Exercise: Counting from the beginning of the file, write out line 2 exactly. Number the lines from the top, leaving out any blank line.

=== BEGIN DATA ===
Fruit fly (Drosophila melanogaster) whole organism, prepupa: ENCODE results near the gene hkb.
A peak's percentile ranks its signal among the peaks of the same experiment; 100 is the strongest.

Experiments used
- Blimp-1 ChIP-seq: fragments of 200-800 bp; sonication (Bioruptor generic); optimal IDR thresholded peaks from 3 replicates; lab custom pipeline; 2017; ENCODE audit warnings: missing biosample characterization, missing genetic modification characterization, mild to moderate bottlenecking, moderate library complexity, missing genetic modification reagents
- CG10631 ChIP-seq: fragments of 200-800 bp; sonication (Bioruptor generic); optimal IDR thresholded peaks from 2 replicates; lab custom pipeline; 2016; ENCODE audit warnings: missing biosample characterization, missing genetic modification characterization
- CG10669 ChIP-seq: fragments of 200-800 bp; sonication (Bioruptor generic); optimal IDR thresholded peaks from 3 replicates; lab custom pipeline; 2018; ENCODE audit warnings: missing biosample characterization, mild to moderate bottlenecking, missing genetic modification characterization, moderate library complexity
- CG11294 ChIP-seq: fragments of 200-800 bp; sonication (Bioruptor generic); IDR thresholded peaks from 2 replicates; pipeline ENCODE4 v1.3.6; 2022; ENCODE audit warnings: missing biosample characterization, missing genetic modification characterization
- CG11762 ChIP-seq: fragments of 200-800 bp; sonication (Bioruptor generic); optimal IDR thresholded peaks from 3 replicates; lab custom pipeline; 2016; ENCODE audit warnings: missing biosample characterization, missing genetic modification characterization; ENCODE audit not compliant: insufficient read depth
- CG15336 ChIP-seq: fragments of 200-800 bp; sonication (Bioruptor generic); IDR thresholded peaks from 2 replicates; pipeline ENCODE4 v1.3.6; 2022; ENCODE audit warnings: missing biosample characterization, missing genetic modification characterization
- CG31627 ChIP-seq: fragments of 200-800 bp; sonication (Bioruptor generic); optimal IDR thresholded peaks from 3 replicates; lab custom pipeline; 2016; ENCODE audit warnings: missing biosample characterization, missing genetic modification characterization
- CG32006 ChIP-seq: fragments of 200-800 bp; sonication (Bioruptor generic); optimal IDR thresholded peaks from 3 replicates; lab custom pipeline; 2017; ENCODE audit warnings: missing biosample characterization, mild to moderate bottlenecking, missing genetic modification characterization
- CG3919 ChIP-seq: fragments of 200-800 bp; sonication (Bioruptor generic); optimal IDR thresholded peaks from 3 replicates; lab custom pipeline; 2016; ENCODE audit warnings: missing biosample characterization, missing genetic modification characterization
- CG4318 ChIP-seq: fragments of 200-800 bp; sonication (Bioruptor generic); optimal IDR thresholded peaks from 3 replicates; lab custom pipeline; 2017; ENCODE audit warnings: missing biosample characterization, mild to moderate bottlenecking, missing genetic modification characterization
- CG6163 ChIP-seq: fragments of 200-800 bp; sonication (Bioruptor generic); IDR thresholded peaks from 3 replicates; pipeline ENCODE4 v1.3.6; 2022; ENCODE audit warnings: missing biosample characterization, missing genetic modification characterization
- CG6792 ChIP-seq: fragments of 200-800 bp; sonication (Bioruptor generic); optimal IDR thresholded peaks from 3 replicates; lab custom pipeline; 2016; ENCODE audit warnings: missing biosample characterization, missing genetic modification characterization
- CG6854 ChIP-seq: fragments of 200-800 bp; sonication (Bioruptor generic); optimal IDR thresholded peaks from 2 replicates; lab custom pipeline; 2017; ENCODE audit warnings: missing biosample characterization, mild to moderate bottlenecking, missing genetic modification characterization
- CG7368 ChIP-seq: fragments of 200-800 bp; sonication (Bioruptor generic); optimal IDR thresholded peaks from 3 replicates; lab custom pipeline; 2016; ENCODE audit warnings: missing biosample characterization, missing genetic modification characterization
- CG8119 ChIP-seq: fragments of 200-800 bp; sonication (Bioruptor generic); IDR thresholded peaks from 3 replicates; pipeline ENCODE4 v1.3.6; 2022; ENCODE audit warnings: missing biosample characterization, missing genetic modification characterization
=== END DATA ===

A peak's percentile ranks its signal among the peaks of the same experiment; 100 is the strongest.